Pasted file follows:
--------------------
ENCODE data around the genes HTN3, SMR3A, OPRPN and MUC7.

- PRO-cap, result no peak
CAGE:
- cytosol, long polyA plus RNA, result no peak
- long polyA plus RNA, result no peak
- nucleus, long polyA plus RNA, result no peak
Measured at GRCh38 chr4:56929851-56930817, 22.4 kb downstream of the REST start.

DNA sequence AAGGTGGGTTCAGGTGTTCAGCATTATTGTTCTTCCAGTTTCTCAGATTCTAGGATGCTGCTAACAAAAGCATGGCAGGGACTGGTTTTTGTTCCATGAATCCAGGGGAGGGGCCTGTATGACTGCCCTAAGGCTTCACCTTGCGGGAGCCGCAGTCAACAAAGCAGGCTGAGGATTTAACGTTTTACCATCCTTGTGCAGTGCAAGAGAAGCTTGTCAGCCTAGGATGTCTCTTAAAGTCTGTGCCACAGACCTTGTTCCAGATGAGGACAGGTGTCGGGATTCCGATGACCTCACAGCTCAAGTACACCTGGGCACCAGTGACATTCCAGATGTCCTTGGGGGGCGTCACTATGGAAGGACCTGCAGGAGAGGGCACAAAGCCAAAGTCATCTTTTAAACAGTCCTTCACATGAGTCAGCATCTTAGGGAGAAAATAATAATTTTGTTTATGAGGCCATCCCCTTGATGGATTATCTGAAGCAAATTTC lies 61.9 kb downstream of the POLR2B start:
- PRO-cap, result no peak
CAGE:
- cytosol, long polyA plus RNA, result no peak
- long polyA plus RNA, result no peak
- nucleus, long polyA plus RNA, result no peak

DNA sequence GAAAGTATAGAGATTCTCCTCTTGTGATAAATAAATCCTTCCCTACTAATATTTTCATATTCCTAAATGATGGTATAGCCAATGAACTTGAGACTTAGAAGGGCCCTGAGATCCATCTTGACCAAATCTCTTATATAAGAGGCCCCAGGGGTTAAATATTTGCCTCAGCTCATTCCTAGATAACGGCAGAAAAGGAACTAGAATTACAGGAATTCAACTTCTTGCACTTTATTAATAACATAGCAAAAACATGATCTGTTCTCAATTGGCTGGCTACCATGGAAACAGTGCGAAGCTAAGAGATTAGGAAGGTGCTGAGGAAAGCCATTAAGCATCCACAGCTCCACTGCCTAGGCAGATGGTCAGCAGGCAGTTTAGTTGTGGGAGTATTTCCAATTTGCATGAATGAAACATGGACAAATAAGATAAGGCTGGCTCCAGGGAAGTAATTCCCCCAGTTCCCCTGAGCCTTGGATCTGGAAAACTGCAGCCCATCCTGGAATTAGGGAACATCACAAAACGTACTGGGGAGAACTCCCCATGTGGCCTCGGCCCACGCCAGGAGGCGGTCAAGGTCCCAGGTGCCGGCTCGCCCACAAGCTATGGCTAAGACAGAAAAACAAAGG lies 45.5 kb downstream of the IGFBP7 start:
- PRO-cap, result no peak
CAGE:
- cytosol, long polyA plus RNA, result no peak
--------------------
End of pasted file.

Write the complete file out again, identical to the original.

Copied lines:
ENCODE data around the genes HTN3, SMR3A, OPRPN and MUC7.

- PRO-cap, result no peak
CAGE:
- cytosol, long polyA plus RNA, result no peak
- long polyA plus RNA, result no peak
- nucleus, long polyA plus RNA, result no peak
Measured at GRCh38 chr4:56929851-56930817, 22.4 kb downstream of the REST start.

DNA sequence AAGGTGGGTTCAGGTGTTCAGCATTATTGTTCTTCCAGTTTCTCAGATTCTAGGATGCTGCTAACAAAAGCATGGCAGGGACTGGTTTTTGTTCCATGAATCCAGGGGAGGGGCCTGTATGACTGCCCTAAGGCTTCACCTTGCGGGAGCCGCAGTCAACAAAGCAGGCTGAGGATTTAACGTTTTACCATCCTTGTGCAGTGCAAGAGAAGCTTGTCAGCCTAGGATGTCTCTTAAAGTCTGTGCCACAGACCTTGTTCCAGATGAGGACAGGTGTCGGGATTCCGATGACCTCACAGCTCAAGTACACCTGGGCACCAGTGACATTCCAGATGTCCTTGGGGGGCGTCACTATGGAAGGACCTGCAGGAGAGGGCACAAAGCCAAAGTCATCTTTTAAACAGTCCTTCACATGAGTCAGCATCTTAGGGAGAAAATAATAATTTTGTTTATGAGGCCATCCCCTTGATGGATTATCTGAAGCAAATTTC lies 61.9 kb downstream of the POLR2B start:
- PRO-cap, result no peak
CAGE:
- cytosol, long polyA plus RNA, result no peak
- long polyA plus RNA, result no peak
- nucleus, long polyA plus RNA, result no peak

DNA sequence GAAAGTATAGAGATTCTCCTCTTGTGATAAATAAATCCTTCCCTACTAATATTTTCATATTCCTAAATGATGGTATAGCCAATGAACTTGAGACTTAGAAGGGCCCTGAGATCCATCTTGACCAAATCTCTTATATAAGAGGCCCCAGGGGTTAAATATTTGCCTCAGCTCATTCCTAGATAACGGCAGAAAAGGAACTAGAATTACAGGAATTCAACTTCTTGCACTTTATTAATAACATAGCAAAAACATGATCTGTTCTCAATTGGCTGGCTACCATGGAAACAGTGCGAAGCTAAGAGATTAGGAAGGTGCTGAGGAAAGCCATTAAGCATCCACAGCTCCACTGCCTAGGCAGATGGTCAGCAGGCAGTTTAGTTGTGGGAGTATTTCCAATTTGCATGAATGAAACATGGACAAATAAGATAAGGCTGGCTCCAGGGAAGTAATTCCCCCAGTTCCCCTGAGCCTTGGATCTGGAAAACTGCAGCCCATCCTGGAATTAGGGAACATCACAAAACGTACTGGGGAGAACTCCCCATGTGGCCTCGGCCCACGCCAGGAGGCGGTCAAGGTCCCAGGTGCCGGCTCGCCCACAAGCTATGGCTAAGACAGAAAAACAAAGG lies 45.5 kb downstream of the IGFBP7 start:
- PRO-cap, result no peak
CAGE:
- cytosol, long polyA plus RNA, result no peak